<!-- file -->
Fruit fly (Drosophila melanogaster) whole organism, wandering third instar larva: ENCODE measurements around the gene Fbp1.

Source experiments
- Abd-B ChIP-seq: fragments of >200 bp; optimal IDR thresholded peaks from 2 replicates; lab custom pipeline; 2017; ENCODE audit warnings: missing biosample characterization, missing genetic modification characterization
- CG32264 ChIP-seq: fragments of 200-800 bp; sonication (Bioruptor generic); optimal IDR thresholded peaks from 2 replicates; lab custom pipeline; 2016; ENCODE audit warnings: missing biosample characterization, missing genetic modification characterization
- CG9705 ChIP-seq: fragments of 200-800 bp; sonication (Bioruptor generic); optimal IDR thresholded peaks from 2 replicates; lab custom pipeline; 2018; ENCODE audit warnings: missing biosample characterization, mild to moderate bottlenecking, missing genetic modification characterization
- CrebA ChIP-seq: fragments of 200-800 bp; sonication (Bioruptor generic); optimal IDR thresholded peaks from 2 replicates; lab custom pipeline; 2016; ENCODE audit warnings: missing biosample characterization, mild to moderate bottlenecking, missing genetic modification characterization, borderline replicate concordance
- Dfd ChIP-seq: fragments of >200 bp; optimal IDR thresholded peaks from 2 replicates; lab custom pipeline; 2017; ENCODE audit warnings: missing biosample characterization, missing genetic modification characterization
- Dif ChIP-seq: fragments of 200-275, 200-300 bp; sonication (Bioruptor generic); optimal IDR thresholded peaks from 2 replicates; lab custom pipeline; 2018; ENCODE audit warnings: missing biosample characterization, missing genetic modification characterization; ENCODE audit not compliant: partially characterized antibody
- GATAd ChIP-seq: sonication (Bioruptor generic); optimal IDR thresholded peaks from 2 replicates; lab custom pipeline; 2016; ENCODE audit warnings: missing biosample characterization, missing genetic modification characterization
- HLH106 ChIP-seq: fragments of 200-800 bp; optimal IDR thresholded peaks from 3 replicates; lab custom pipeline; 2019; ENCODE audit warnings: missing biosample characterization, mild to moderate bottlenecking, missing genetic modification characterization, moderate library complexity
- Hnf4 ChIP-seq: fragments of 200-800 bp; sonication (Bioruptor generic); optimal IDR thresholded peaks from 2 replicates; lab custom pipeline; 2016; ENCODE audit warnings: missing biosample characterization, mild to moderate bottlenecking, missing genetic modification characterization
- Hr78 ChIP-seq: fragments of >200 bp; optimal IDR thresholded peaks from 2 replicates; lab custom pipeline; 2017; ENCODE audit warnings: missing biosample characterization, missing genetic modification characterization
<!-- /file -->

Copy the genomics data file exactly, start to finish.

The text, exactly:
Fruit fly (Drosophila melanogaster) whole organism, wandering third instar larva: ENCODE measurements around the gene Fbp1.

Source experiments
- Abd-B ChIP-seq: fragments of >200 bp; optimal IDR thresholded peaks from 2 replicates; lab custom pipeline; 2017; ENCODE audit warnings: missing biosample characterization, missing genetic modification characterization
- CG32264 ChIP-seq: fragments of 200-800 bp; sonication (Bioruptor generic); optimal IDR thresholded peaks from 2 replicates; lab custom pipeline; 2016; ENCODE audit warnings: missing biosample characterization, missing genetic modification characterization
- CG9705 ChIP-seq: fragments of 200-800 bp; sonication (Bioruptor generic); optimal IDR thresholded peaks from 2 replicates; lab custom pipeline; 2018; ENCODE audit warnings: missing biosample characterization, mild to moderate bottlenecking, missing genetic modification characterization
- CrebA ChIP-seq: fragments of 200-800 bp; sonication (Bioruptor generic); optimal IDR thresholded peaks from 2 replicates; lab custom pipeline; 2016; ENCODE audit warnings: missing biosample characterization, mild to moderate bottlenecking, missing genetic modification characterization, borderline replicate concordance
- Dfd ChIP-seq: fragments of >200 bp; optimal IDR thresholded peaks from 2 replicates; lab custom pipeline; 2017; ENCODE audit warnings: missing biosample characterization, missing genetic modification characterization
- Dif ChIP-seq: fragments of 200-275, 200-300 bp; sonication (Bioruptor generic); optimal IDR thresholded peaks from 2 replicates; lab custom pipeline; 2018; ENCODE audit warnings: missing biosample characterization, missing genetic modification characterization; ENCODE audit not compliant: partially characterized antibody
- GATAd ChIP-seq: sonication (Bioruptor generic); optimal IDR thresholded peaks from 2 replicates; lab custom pipeline; 2016; ENCODE audit warnings: missing biosample characterization, missing genetic modification characterization
- HLH106 ChIP-seq: fragments of 200-800 bp; optimal IDR thresholded peaks from 3 replicates; lab custom pipeline; 2019; ENCODE audit warnings: missing biosample characterization, mild to moderate bottlenecking, missing genetic modification characterization, moderate library complexity
- Hnf4 ChIP-seq: fragments of 200-800 bp; sonication (Bioruptor generic); optimal IDR thresholded peaks from 2 replicates; lab custom pipeline; 2016; ENCODE audit warnings: missing biosample characterization, mild to moderate bottlenecking, missing genetic modification characterization
- Hr78 ChIP-seq: fragments of >200 bp; optimal IDR thresholded peaks from 2 replicates; lab custom pipeline; 2017; ENCODE audit warnings: missing biosample characterization, missing genetic modification characterization